“so will He have that day unknown to men, that they may shake off all carnal security, and be always watchful, because they know not at what hour the Lord will come; and may be ever prepared to say, ‘Come, Lord Jesus, come quickly.’ Amen.” (5)

The confession includes the language of imminency and the corresponding need for expectancy.

18th Century

By the turn of the 18th century, men like John Wesley and George Whitefield among others taught that the Lord’s return was imminent and that the Christian’s attitude must be one of expectancy.

John Wesley declared,

“Perhaps He will appear as the dayspring from on high, before the morning light. Oh, do not set a time — expect Him every hour. Now He is nigh, even at the doors.” (6)

Whitefield in one powerful sermon declared,

“Let that cry, ‘Behold the bridegroom cometh,’ be continually sounding in your ears; and begin now to live, as though you were assured, this night you were to ‘go forth to meet him.’” (7)

It is significant that the teaching of an imminent Rapture accompanied the Great Awakening of the 1700s.

Welsh Baptist, Morgan Edwards, published the strongest 18th century case for Imminent Rapture teaching. Graduating from Bristol University, Edwards sat under the tutelage of George Whitefield and became the founder of Rhode Island College, later known as Brown University in Providence. While a student at Bristol University, Edwards submitted an essay that would shape his understanding of Christ’s return for the church. Introducing the essay submitted to his professor, he determined to,

“. . . work by a rule you have often recommended, viz. To take the scriptures in a literal sense, except when that leads to contradiction or absurdity.” (8)

The essay described an imminent Rapture, placed it before the Tribulation, distinguished between the Rapture and Second Coming while urging an attitude of expectancy within the church.

When the updated essay was republished with the title, Two Academical Exercises, in 1788, Edwards engaged in an extensive lecture tour promoting the tenets of the imminent Rapture view. Hence, Imminent Rapture teaching was spread among the Baptists of the American Colonies before the end of the 18th century.

19th Century

Baptist preacher Charles Haddon Spurgeon expressed the importance of expectancy with regard to the Lord’s return. In a now famous message, he declared,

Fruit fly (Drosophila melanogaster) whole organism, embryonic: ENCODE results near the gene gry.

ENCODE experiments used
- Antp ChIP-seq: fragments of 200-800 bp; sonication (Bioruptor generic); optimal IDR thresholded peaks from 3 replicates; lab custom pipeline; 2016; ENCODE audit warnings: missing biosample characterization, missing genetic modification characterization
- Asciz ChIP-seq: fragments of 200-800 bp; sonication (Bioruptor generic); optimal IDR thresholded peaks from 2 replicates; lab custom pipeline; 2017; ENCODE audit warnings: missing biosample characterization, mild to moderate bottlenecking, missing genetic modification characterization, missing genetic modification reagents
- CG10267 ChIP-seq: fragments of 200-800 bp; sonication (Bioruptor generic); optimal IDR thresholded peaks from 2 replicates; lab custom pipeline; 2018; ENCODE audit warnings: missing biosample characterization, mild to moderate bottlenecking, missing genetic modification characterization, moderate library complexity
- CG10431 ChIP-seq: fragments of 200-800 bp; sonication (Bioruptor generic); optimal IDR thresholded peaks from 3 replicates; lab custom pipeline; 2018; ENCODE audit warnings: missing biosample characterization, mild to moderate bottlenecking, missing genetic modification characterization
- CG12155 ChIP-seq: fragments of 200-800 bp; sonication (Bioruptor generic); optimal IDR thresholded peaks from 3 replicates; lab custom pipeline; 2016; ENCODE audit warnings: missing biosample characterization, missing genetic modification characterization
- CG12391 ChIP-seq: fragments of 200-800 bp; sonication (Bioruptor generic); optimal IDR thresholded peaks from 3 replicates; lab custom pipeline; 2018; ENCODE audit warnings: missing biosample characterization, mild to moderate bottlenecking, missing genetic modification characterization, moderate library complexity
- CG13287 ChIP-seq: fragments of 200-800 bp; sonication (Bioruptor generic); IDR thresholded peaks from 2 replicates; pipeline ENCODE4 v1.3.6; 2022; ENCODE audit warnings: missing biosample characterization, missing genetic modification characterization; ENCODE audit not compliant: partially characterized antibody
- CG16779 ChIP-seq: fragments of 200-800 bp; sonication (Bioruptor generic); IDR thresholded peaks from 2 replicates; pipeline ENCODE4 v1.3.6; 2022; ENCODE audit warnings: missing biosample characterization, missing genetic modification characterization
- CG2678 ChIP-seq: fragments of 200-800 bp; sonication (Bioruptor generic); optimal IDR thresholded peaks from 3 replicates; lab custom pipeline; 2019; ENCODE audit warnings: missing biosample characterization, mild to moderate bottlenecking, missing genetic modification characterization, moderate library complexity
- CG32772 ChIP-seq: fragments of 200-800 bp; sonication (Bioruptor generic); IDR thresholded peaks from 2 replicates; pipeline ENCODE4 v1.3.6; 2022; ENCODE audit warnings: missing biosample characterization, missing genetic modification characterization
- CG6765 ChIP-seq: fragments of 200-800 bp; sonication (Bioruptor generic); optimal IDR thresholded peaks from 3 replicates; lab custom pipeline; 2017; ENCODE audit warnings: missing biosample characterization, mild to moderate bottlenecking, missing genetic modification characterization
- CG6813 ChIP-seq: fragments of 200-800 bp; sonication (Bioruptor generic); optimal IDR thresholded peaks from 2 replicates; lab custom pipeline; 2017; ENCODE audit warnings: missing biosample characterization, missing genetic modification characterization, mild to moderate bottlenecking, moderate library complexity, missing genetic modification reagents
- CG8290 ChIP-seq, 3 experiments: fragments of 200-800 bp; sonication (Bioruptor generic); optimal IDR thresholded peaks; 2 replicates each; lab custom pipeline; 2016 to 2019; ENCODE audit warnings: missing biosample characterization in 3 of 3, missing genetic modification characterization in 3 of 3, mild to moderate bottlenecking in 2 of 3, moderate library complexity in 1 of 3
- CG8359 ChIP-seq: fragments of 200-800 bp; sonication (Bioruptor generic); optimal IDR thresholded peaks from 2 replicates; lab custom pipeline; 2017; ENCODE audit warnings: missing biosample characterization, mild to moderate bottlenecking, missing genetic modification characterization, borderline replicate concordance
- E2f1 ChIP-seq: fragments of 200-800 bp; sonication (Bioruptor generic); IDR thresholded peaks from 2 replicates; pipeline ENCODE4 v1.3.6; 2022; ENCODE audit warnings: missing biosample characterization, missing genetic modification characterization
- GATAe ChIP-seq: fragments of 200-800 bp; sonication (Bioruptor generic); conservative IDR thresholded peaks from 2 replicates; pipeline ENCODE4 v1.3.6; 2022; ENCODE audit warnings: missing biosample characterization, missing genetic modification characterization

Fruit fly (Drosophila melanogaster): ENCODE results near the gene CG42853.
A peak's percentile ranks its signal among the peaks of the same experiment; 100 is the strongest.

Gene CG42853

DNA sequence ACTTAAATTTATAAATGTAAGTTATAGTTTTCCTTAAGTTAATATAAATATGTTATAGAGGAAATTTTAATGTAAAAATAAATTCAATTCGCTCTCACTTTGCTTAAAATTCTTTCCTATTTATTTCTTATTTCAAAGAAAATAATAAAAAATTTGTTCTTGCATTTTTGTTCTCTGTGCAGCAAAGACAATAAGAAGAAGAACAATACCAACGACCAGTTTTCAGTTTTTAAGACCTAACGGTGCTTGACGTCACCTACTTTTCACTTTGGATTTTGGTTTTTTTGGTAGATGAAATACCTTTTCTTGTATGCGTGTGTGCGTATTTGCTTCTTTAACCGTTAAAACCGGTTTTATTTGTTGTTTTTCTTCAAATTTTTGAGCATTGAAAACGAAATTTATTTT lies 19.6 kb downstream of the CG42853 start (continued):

“Oh, Beloved, let us try, every morning, to get up as if that were the morning in which Christ would come! And when we go up to bed at night, may we lie down with this thought, ‘Perhaps I shall be awakened by the ringing out of the silver trumpets heralding His Coming. Before the sun arises, I may be startled from my dreams by the greatest of all cries, “The Lord is come! The Lord is come!’”” (9)

Concurrently, through careful study of the Scriptures during a period of convalescence, John Nelson Darby recognized that Christ’s coming for the church was an event distinct from the Second Coming. His investigation led him to the realization that the Rapture would occur before the Tribulation and that it was an imminent event with no set signs preceding it. Darby also documented the distinction between Israel and the church debunking Supersessionism and developing what later became known as Dispensationalism.

Edwards and Darby each developed their views of an imminent Rapture using a literal hermeneutic.



In modern times, widely acknowledged Christian leaders like Clarence Larkin, C.I. Scofield, Charles Ryrie, John Walvoord and others devoted considerable time and effort systematizing a cohesive Bible doctrine and categorizing the key elements of Imminent Rapture teaching.

The Scofield Reference Bible published in 1907 and revised in 1917 propelled Imminent Rapture teaching along with the dispensational view of Scripture into the mainstream. By the end of World War 2, a significant number of evangelical Christians held to the imminent Rapture position. Tim La Haye and Jerry Jenkin’s Left Behind books are based on Imminent Rapture teaching and remain the New York Times number one best-selling series.